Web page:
• I am very concerned that Texas has chosen not to increase reimbursements for Medicaid. Medicaid reimbursements are already low, and it’s ridiculous that they are not atleast keeping up with normal inflation. But especially now when inflation is running super high, there should absolutely be an increase. Medicaid patients deserve the improvement of care that will come with increased payment for services.

  • Texas has not increased its Medicaid fees for 16 years! Meanwhile, everything else has gone up substantially since then. Profit margins are so razor thin nowadays that some months we actually lose money working. It makes no sense. For 15 years I have been a Medicaid provider and not sure if I can continue if they aren’t increased. The state will lose many providers and it will negatively impact the economy tremendously if reimbursement fees are not increased. I hope our state leaders increase reimbursement fees. It’s the best thing for these kids to have good options for providers instead of limited overcrowded and overworked options. At minimum I hope they do the right thing for the economy.

  • Texas wants to be the most desirable state to live in the country yet appears to be on track to fail at providing basic services to people in need. With operating costs increasing at such an alarming rate, how much longer will dentists be able to treat Medicaid patients? If many dentists decide that they can no longer treat these patient’s then how long will it take the state to respond and will any dentists return to the program? The budget decisions today will have large future ramifications. I hope the state continues to be the leader it claims to be and make the necessary changes to fees so that the people can get the healthcare they need.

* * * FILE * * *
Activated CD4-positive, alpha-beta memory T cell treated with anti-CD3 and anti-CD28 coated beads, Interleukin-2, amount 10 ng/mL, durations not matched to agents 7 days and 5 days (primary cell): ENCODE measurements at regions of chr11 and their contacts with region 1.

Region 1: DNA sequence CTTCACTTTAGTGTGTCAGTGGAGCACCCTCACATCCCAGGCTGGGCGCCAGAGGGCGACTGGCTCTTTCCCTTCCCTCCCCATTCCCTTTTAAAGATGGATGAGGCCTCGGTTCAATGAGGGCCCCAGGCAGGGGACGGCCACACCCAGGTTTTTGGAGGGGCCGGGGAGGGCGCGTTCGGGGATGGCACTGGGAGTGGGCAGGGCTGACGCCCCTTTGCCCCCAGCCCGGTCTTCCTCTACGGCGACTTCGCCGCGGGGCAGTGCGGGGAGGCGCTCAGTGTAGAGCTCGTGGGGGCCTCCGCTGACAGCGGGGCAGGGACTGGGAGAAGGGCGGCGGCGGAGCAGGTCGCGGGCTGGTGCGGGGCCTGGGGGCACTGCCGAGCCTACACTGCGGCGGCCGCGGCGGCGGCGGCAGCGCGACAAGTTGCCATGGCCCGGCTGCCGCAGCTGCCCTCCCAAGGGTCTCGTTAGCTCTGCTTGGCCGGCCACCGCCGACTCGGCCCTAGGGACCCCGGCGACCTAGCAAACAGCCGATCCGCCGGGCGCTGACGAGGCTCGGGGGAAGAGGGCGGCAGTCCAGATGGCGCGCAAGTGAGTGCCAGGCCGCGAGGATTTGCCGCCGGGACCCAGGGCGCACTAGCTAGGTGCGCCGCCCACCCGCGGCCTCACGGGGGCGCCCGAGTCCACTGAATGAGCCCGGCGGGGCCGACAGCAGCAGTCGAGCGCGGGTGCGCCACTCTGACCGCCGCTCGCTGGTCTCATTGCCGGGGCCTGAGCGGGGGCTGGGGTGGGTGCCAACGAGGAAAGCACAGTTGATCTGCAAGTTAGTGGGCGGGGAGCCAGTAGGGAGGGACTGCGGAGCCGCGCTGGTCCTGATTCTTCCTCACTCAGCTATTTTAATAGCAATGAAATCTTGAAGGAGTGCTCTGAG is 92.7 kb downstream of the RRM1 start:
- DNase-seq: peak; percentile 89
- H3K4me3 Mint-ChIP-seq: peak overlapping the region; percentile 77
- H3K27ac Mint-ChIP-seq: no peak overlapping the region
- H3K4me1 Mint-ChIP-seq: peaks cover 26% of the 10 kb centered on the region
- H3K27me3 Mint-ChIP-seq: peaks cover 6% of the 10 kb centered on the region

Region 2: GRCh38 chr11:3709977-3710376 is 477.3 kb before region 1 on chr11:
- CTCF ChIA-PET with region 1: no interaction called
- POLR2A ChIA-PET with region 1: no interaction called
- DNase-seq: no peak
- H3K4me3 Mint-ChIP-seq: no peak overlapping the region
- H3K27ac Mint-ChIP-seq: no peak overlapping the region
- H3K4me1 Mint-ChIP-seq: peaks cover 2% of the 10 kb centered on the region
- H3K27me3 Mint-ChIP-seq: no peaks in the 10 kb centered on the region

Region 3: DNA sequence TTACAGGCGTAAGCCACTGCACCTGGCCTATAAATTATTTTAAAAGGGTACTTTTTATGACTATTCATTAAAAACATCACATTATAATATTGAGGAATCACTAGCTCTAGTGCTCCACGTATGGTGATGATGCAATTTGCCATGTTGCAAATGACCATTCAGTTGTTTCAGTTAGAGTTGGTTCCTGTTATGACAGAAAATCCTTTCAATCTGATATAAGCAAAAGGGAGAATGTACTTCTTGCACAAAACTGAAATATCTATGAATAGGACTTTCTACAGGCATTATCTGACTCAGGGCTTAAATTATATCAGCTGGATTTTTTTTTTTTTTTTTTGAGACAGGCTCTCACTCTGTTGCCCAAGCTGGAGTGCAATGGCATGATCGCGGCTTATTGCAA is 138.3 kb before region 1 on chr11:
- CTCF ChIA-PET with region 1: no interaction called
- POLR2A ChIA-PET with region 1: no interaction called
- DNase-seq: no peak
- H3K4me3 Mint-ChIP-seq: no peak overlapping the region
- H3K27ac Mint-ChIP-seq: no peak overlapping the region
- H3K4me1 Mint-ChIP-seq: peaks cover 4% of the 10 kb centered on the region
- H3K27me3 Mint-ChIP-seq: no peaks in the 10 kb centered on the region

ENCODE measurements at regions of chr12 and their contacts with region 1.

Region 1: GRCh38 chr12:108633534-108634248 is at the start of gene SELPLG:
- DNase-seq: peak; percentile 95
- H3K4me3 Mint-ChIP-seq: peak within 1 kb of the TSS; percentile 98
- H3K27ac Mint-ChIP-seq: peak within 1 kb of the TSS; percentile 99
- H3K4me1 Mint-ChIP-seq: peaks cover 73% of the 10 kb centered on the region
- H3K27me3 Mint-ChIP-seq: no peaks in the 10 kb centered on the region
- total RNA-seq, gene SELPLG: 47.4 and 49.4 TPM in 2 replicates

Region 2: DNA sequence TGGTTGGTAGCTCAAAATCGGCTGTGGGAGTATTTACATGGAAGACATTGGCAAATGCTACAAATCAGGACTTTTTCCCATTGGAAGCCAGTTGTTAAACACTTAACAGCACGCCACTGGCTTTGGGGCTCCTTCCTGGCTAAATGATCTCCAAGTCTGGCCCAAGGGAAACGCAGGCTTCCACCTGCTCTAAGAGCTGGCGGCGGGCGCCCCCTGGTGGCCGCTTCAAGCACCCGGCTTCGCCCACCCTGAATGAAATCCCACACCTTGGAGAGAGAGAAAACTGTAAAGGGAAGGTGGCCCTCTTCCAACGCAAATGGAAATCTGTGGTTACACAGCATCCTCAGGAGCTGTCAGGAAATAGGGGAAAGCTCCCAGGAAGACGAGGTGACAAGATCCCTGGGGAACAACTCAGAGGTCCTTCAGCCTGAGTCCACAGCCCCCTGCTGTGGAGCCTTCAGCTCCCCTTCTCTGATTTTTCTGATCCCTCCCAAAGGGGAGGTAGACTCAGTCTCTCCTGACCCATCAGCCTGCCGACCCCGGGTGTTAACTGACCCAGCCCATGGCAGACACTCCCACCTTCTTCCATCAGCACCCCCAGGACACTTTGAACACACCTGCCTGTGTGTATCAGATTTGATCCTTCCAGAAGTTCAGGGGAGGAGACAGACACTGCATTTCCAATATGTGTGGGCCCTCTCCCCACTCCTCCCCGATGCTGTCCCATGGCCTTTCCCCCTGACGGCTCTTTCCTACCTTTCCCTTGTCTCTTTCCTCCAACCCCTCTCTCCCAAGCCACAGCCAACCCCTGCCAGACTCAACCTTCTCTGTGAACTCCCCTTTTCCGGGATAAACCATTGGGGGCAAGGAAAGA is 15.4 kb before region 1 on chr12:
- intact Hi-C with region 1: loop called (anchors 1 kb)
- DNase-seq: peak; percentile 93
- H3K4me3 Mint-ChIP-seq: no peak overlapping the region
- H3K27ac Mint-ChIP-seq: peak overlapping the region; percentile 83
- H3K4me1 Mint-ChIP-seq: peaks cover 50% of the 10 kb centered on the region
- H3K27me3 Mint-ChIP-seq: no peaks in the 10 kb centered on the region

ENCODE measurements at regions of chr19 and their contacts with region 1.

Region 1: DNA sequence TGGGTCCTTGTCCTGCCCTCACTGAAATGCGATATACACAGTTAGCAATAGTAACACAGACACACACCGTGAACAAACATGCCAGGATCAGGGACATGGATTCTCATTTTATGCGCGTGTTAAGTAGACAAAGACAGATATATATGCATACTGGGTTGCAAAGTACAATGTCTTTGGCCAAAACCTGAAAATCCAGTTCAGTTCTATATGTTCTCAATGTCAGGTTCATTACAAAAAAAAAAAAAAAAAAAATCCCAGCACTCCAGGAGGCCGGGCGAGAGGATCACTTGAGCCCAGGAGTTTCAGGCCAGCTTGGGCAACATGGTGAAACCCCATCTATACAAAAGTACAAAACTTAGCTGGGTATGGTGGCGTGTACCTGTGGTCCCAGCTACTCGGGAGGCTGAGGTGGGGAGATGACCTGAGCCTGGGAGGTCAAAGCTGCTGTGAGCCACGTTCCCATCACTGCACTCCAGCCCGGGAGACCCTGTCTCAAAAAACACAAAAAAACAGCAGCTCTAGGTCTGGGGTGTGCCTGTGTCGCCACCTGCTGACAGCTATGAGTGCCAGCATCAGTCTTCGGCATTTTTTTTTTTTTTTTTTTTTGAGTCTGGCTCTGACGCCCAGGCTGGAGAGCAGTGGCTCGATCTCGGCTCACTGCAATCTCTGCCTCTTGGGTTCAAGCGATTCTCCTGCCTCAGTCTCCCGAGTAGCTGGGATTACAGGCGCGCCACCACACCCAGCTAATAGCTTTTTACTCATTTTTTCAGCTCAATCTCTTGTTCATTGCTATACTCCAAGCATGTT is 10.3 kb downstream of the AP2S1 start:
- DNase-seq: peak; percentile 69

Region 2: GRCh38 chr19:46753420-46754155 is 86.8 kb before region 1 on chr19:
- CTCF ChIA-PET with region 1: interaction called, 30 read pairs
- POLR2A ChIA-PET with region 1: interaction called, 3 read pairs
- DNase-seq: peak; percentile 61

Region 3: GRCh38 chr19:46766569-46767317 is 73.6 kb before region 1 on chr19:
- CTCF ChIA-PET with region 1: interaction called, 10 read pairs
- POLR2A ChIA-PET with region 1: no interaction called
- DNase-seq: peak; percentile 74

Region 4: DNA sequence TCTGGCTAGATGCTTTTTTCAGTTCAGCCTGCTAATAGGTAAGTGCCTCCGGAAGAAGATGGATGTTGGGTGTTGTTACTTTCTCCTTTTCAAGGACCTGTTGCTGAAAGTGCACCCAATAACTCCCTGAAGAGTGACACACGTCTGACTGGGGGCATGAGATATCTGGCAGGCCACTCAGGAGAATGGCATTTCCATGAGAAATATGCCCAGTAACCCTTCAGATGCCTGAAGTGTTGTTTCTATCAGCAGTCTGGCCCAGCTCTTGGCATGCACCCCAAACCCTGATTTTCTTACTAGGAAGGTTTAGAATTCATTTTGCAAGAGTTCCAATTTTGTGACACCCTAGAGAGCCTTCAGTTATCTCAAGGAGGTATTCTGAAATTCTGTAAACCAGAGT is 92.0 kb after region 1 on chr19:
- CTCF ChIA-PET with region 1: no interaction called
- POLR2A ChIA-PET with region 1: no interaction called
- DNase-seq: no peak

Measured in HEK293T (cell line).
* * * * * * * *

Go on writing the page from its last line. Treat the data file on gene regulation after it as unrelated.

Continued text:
• Basic supply and demand.

    Theyre are more than enough dentists and corporations who flocked to Texas in 2008 after the fee increase.

    Why increase fees when there is a medicaid mill on every corner?

    • Exactly. Almost every encounter I have had with Texas Medicaid confirms my belief that those who run it would be happiest if all treatment was provided for free and treating doctors committed suicide en masse, to be replaced with fresh graduates to abuse.
      Medicaid hates dentists (apologies to Kanye).

  • Texas has more than enough resources to do the right thing for the patients, and the provider as well. Offices are losing money and will close down due to the inflation we’re currently seeing and it’s increasingly difficult to run a practice. Especially after reading the comment that it has been 16 years since a fee increase, that’s ridiculous. So much has changed in 16 years with staffing costs and supplies costs where it’s impossible to run an office. When offices close down, it will be the patients who suffer.

  • All of us who accept Medicaid to serve the community are finding it more and more difficult to serve those communities with rising costs of materials and technologies. It is a dis-service to the communities who need this care as some of my colleagues and myself are contemplating no longer participating with medicaid.

  • Basic Texas Politics first, children’s safety and health last. With staff wages shooting up, staggering inflation and soaring supply costs the writing is on the wall for us. Sadly, in the very near future, it just will not make sense to do business in this state for much longer. In 16 years, fees have gone DOWN and every year more restrictions are imposed onto providers, making proper dental treatment almost impossible.

  • Texas needs to get on board. These fee increases will mostly help the underserved communities. With the high prices and inflation we are having right now, we have to make cuts somewhere if fees do not increase. Cutting staff has been the main solution. We have had to make cuts in the last few months. At some point, when we have no other options to compensate for the high costs, we will have to shut the office down…which will just hurt the community in need of our services.

  • It is so sad to see Texas not being on board with these fee increases ;especially during these extraordinary times
    where inflation is sky rocketing .It is only common sense to try to both help the economy and allow us as providers serve this underserved community which are in need of care the most!!Instead we are here worrying about how can I afford to keep quality trained staff and afford to keep my doors open with costs increasing astronomically yet reimbursement getting worse and worse.

  • Texas needs to step up. Medicaid dentistry in this state is at a breaking point. Something must be done.